This shift isn’t going to happen overnight, but we stand ready to work with you, in order to ensure that it does. Overseeing that evolution and ensuring that the Intelligence Community has all the resources it needs, and uses all of the information available to it – including open source – will be a key priority for this Committee.

And even as we confront these evolving transnational threats, we must maintain our core focus on nation state actors. China and Russia have different capabilities and intentions, but both seek to challenge and disrupt and supplant the liberal democratic order built by the United States.

We face challenges from these two nations across all domains, some of them very immediate — with Russia mobilizing its forces along the border with Ukraine, and China taking aggressive actions towards Taiwan. And we must confront persistent threats from nations like North Korea and Iran.

The executive order issued by President Biden this morning makes clear the United States will no longer sit on its hands in the face of Russian aggression. Election interference, attempted murder, the illegal invasion and occupation of Crimea, reported bounties, continuing cyber hacks. That list is not exhaustive. But the actions taken to respond to them, and, importantly, name and shame Russia and sanction those responsible, is absolutely critical.

In addition, sophisticated cyber operations targeting both our government and the private sector will continue to be a profound threat – like the recent SolarWinds and Microsoft compromises. As multifaceted as our policy must be in this area, I am increasingly convinced that bolstering the Nation’s cyber defenses must be a top priority.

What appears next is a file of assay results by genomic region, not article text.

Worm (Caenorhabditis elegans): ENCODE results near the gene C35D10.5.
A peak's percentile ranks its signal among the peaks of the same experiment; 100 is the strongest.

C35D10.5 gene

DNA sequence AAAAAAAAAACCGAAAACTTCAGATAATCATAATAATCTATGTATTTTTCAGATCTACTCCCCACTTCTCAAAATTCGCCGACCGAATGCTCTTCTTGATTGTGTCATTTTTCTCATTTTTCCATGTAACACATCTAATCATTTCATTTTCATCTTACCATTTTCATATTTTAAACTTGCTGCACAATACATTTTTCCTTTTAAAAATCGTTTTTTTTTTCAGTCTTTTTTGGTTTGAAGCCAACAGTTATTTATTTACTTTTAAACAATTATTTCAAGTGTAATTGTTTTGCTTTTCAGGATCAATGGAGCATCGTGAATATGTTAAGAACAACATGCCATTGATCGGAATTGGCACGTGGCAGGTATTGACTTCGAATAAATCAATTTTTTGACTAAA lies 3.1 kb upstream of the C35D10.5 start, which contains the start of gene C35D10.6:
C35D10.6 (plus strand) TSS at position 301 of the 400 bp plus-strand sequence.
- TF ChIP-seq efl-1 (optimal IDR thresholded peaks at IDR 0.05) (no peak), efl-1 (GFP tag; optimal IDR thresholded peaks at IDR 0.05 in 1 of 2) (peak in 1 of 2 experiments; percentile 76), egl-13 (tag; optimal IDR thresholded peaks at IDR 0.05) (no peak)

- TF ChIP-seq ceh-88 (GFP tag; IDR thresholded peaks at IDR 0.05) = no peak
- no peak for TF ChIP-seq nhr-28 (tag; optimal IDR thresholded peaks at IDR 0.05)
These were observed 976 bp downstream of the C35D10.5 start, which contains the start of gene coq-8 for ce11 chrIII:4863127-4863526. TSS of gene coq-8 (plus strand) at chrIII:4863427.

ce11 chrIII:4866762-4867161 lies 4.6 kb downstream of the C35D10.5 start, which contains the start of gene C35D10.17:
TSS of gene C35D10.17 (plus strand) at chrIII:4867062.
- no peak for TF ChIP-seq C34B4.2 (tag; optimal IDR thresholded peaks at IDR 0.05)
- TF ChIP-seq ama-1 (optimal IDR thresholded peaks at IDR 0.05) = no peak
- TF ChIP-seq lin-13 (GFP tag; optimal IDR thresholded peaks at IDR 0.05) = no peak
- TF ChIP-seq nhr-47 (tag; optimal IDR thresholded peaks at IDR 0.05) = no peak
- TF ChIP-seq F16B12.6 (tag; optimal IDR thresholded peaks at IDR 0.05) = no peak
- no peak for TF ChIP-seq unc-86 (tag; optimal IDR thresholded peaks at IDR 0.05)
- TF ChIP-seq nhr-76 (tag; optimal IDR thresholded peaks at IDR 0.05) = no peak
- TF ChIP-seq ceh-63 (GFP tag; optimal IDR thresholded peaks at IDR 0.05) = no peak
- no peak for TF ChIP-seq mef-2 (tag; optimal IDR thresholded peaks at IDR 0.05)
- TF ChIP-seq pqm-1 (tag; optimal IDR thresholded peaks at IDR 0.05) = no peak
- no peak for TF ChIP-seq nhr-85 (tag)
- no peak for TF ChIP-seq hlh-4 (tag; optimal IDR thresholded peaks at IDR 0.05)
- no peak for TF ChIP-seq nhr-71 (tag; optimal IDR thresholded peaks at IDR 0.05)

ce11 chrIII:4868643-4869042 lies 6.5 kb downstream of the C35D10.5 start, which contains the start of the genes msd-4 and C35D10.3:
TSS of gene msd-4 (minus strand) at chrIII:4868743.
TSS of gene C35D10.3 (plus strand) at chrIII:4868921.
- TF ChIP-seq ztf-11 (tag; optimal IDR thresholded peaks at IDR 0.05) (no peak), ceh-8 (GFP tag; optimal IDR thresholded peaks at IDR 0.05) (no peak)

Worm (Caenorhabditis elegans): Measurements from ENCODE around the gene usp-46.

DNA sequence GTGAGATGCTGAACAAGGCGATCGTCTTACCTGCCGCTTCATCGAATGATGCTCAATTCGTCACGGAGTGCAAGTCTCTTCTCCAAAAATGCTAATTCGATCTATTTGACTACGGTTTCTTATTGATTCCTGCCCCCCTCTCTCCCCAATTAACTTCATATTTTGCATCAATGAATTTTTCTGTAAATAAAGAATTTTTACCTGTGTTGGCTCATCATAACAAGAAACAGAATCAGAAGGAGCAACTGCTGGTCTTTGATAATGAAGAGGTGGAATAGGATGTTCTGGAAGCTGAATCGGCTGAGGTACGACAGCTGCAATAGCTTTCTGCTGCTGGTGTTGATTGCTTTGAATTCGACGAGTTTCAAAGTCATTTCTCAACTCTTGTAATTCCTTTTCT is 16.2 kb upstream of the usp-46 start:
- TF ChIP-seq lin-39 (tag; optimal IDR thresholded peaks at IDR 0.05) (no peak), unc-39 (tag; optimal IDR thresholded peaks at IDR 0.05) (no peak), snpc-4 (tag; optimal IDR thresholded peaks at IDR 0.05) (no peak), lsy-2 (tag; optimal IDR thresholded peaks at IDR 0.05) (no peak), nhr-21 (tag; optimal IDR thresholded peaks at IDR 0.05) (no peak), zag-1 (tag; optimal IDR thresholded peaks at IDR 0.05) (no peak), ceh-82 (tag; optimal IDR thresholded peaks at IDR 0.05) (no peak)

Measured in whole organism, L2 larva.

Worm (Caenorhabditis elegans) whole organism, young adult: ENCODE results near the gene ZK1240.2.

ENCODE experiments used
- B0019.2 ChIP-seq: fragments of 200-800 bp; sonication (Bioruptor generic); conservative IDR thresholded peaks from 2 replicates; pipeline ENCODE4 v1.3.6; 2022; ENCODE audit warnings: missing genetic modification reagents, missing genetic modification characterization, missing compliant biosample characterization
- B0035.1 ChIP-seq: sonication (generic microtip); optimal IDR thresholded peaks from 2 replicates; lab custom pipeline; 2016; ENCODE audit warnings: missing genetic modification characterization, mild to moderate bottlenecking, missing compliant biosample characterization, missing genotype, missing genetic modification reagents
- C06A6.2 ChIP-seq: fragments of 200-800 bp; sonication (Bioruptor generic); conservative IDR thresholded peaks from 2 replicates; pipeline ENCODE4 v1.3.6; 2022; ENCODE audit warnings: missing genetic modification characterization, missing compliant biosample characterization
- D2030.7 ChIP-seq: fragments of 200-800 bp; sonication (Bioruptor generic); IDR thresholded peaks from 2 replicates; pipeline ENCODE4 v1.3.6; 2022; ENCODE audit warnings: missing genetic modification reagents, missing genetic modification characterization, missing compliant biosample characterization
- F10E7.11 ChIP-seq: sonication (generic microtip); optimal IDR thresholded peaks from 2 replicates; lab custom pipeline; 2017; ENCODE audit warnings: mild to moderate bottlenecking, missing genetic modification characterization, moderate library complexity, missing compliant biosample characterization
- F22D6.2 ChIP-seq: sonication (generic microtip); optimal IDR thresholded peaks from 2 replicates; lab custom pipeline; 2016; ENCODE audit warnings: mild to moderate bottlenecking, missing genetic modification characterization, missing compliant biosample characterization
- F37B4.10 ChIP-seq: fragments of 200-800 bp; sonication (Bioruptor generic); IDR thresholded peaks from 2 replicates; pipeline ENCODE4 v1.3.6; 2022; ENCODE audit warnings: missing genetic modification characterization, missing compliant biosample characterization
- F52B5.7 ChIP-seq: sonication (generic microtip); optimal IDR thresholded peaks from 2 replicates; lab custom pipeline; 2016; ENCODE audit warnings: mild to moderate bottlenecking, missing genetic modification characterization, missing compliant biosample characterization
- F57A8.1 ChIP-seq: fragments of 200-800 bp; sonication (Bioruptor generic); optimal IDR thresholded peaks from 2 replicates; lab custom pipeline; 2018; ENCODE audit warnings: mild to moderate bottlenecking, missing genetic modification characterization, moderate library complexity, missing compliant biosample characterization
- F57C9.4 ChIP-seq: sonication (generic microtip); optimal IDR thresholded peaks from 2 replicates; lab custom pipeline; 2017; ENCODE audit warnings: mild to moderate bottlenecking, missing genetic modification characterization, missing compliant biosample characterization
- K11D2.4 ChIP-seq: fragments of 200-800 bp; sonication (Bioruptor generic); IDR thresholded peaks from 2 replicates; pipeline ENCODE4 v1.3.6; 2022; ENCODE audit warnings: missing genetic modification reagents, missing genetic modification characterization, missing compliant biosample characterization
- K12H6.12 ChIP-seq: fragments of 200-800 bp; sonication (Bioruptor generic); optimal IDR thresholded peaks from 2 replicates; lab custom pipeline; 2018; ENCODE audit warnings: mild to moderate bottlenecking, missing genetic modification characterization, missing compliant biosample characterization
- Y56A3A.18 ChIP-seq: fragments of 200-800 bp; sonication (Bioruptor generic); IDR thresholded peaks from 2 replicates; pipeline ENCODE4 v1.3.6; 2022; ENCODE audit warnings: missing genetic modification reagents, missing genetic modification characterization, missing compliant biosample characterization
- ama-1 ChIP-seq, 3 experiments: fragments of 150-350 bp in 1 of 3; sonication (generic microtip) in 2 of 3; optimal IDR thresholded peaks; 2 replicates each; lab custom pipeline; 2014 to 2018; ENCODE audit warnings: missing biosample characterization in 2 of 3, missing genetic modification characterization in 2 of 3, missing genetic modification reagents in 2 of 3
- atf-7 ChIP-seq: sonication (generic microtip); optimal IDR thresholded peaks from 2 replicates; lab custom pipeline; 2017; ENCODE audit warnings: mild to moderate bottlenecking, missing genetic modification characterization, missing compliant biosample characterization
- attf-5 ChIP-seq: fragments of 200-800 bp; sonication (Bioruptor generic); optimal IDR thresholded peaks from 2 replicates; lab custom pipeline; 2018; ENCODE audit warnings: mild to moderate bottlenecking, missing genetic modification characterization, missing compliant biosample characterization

Finally, I want to turn to one enduring challenge facing the United States and our allies. Autocracy is on the rise, and we are on the front lines in the battle for human rights, democracy, and freedoms around the globe. The Intelligence Community is also a critical part of that fight.

Still, threat to the liberal democratic order is not one we can meet primarily with our intelligence capabilities, or our military might. Above all, the United States must put human rights, democracy, and fundamental freedoms at the forefront, in our actions at home as well as abroad. I am heartened in this respect by the Administration’s declassification of an intelligence assessment concerning the brutal murder of Jamal Khashoggi. The report’s release demonstrates that we can and should be honest and transparent with both ourselves and the world when it comes to standing up for our fundamental values.

The single constant in the world is change. It has been nearly 20 years since the horrific attacks of September 11th, and yesterday President Biden announced his intention to withdraw our military forces from Afghanistan on or before that anniversary. We have seen the terrorist threat evolve such that we now face a dangerous rise in domestic violent extremism, which we saw firsthand on January 6. Through it all, we rely on the Intelligence Community to inform our efforts to stay ahead of these trends and anticipate change so that America is prepared to lead the world for the next century.

I thank you for your service, look forward to your testimony, and will now yield to the Ranking Member for any opening statement he might wish to make.